My dad said, I want a corned beef sandwich. With mustard and real rye bread. As newlyweds, my parents lived in Boyle Heights when Canters was still located there and they know something about Jewish deli food. I took this request as an opportunity to return to East Coast West. Id tried a pastrami sandwich the first month it was open only so-so and the portion so small (g) and had stayed away for three years.
We ordered two hot sandwiches to go: pastrami in the smaller Baltimore cut ($6.99) and corned beef in the larger California cut ($8.99). The bigger one was more than enough for my mom and dad to split for lunch. Yet, I think the smaller Baltimore cut might be the better deal, big enough to lend a satisfying heft and height to sink your teeth without feeling gluttonous.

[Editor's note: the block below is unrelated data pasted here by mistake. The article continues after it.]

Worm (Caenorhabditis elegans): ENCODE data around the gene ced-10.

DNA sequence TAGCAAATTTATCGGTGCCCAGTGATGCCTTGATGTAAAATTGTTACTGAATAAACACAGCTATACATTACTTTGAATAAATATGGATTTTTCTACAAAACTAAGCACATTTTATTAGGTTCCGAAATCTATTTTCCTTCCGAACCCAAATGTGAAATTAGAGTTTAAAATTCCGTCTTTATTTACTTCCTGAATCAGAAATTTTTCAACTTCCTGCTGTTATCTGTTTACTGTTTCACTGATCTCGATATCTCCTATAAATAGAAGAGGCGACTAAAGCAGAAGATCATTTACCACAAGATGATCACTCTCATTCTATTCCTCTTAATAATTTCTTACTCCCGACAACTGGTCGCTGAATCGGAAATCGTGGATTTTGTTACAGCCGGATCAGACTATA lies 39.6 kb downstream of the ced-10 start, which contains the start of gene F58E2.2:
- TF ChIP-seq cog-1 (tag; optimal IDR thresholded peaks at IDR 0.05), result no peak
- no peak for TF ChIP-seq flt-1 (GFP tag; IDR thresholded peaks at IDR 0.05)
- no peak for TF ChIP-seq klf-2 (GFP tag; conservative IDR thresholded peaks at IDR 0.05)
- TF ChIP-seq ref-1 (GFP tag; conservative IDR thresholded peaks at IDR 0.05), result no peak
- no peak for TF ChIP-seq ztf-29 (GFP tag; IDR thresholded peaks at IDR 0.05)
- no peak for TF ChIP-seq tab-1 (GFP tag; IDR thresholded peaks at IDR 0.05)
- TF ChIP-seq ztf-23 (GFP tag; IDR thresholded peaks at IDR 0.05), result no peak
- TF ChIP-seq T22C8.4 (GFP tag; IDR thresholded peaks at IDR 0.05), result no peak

The rye was different than they were expecting but at least it tasted like rye and was nice and fresh. The corned beef was moist and not too lean and had character besides just saltiness.
The pastrami was much better than the earlier run. A rim of fat around the edge and while it could have been more marbled, still had reasonable fat distribution. Shaved thin, the meat was tender and unctuous to the bite and not tough and stringy. The cure was on the mild side.
Neither is an earth-shattering example of type, but more than good enough to satisfy the urge the next time it comes up. Id order either one again. The Katzs pastrami used at The Grove is better, but the sandwich making skills there are faulty.
The people behind the counter spaced out -- best to check your order before leaving the premises. I had ordered one cole slaw and one potato salad, but got two slaws (which wasnt that good any way). I asked for utensils and one lonely fork was packed for a two-sandwich order. The pickles that are supposed to come with the sandwiches were missing. And, luckily, I grabbed some extra napkins from the stack beside the register as there was only one in the bag. Sheesh, any sandwich built for fressers should call for more than one napkin!
1725 Polk St.